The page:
Look and learn for England

It was probably predictable that the new, improved England would not make much progress in the so-called mini-World Cup. It is utterly astonishing that the two finalists for the ICC Knockout at the Gymkhana Stadium in Nairobi today are India and New Zealand.

It was probably predictable that the new, improved England would not make much progress in the so-called mini-World Cup. It is utterly astonishing that the two finalists for the ICC Knockout at the Gymkhana Stadium in Nairobi today are India and New Zealand.

When the tournament began it looked a stone-cold certainty that at least one of the last two would come from the big three: Australia, Pakistan and South Africa. That they all fell by the wayside - all well beaten, incidentally - is testimony to the quirky nature of the one-off limited-overs match.

In the case of the Kiwis it is also a tribute to the benefits of long-term planning. India's progress has almost nothing to do with that. They have been riven by match-rigging allegations and have lacked a full-time coach since Kapil Dev's resignation. Yet they have confirmed the irreplaceable assets of extraordinary individuals and the deserved rewards to be had by risking talented youth in the form of the 18-year-old all-rounder Yourav Singh.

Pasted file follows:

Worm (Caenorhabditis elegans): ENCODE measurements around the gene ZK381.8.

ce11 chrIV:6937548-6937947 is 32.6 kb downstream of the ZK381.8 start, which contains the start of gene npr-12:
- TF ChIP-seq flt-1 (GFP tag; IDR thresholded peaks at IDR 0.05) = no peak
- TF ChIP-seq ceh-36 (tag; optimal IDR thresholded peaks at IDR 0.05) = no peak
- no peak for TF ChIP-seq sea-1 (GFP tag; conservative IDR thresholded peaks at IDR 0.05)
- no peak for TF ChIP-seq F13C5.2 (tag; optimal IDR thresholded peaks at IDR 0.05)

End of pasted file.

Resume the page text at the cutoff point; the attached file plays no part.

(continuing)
If one of the Indian batting stars comes off today - and you can take your pick from Sachin Tendulkar, Sourav Ganguly, Rahul Dravid and Vinod Kambli - New Zealand's collective will may be insufficient. But whatever the result the Kiwis have demonstrated again that one-dayers are an art. They know a lot about it and they know what they like.

England can only watch and continue to learn. It is a pity that a couple of days after succumbing hopelessly to South Africa it should be revealed the Professional Cricketers' Association have written to the England and Wales Cricket Board expressing displeasure. The PCA, whose 400 members have never had it so good, want to protect players' jobs and wages and do not think the ECB are doing that.

One of the letter's signatories was the PCA chief executive, David Graveney, who is also chairman of the England selectors, which presumably places him under the umbrella of the ECB. If there is not a direct conflict of interest, it is difficult to understand how the selectors' chairman can lend such support to the continued employment of players who can never merit his attention.

Still, the ECB would be foolish not to embrace the PCA's wish for discussions. The game, lacking sponsors and short of gate money after the early Test finishes of last summer, needs all the ideas it can get. When the beer and sandwiches are brought into the smoke-filled room nobody will come up with a better one than regaining the Ashes.

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